Much architecture's bottom line is boring, mannered and bombastic, a vulgar, 'sexy', technical rhetoric, easy and selfish going and much sought after,' an account of fashionable debacles, an embarrassing embrace of the poorness, indifference and barbarian business ethics, mould of pure disdain for humans, life and nature [this sharing with many politicians and religions] in order to compensate their primitive, cocky and misplaced vanities. Architects taking the main stage with star airs, swapping extravaganza and gadgets with substance and content -actually expressing professional laziness, fear, a lack of fantasy and morality- , architects making empty, intimidating, dull forms for form's sake, media randy, who glorify in the mess of the postmodern city. However, iconic power can remain incidental and renewal can be admirable but barely exiting.
Gregotti, an admonishing and eloquent voice towards architects who hardly dare to leave their modernism-shells, rewrites the second half of the last century's architectural history almost overweening. During a speech for the New York Architectural League [1983]: "The worst enemy of modern architecture is the conception of space solely in terms of economical and technical requirements, indifferent for ideas about the location...The origin of architecture is not the primitive hut, the cave or the mythical "Adam's house in paradise". Before he changed a pole into a column, before he piled stone after stone, humankind laid a stone on the ground to distinguish a spot in the middle of an unknown universe in order to recognize and stipulate it. [p. 95] In a poetic way he denounces functionalism.

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In this paragraph I specially want to focus on Japan's capital, Tokyo. Each metropolis has it's own characteristics. So in the interest of this dispute's content it seems proper to me to discuss a real city [as an example].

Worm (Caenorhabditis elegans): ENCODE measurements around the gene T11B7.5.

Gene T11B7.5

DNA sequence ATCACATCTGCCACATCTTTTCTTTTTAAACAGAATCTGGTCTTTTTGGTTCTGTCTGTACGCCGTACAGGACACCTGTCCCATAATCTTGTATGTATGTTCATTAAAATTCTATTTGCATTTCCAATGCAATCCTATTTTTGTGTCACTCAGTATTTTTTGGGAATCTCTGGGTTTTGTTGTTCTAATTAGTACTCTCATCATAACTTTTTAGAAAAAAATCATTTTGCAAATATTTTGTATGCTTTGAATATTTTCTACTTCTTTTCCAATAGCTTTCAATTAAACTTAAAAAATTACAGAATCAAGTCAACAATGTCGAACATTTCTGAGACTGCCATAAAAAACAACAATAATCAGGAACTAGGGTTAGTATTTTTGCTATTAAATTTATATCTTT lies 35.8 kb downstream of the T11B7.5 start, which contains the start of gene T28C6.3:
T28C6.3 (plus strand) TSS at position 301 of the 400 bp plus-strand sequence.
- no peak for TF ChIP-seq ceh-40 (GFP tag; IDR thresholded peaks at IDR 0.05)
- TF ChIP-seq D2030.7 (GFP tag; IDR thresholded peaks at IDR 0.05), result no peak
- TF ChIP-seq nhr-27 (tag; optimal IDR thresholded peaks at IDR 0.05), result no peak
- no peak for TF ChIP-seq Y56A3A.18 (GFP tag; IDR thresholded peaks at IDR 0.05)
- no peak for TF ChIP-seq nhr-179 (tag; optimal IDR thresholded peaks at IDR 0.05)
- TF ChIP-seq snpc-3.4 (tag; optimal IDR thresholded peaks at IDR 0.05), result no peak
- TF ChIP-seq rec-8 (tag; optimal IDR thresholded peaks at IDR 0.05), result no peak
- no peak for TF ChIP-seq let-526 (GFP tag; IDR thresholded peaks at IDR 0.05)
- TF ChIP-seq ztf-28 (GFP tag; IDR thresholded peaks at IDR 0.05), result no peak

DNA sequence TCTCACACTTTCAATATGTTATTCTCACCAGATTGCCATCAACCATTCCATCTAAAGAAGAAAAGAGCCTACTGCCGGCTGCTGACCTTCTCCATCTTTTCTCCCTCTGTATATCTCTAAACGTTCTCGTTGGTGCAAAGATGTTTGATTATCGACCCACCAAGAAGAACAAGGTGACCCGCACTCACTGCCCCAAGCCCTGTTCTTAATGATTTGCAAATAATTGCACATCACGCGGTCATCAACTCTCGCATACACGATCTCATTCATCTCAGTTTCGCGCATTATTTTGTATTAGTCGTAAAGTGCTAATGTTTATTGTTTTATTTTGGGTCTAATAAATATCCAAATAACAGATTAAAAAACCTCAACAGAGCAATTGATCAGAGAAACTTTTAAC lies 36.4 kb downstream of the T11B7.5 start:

My personal reason is, that I don't only live permanently in [West] Japan -also being in the process of constructing a new house in the very country-side [! ]- (9) , but I had four times a shocking experience in connection with cities in this country. Visiting Hiroshima in the early 80s, arriving from the Seto sea, seeing trams functioning, people shopping, others hastening to appointments, parcels being delivered, lazy walking schoolchildren and more: a lively city functioning at all levels, I only could cry in silence, being aware of what happened to this city in August 1945. The contrast was overwhelming. Kind of the same I felt in Nagasaki and Tokyo, the latter being bombed 'conventional' almost totally. During time having got acquainted with Kobe, I only could shed my tears after a nightly telephone call in Amsterdam, that a large part of the city was destroyed by the Great Hanshin Earthquake [ early morning 17 01 1995 ], killing more than 6.000 persons and injuring many more.
Those disasters bring me to another mega disaster, about which occurrence is no doubt, a certain earthquake in Tokyo. It's government stimulates and organizes drills, teaches
it's inhabitants where shelters are, advice them to keep some water stock, some food, a blanket and a flashlight and warning them not try to join their family. Realistically
spoken I only can put the rhetorical question^ can anybody be prepared for an heavy earthquake ? My estimation is, that the chaos will be complete; no less. The death and
wounded one's, the countless, manifold personal drama's and the material damage is a Guernica.
The human and economical costs are multiple, just because of the density and complexity inherent to a metropolis.
The metropolis -as such- multiplies the misery.
Saving operations will be highly in-sufficient and in-efficient.
Worldwide such a Tokyo earthquake disaster will have a tremendous destructive impact on the world's financial dynamics.
Rebuilding the same metropolis is again most complicated and excessive expensive.
Another disaster will appear, may be slowly, but guaranteed. "Global warming may raise sea levels this century faster than previously expected," (10) See levels could rise 140 cm. by 2100. That's not only pretty soon, but also double the previous forecasts and a sign that we did not thoroughly understood this problem. A similar message about wider implications was on my daily's front page (11)

Water is also a problem in another respect. "One problem is that while access to water is
still improving in rural areas, its availability in cities has declined in many parts of the
developing world. This decline is worrisome, given the unstoppable trend toward urbanization." 7) p. 270 True, Tokyo is no city in an developing country, but already now, it's water is not agreeable to drink and I am not convinced, that the water supply can continue on a still larger scale for a reasonable price. Drinking water management world wide claims each year a huge budget. (12)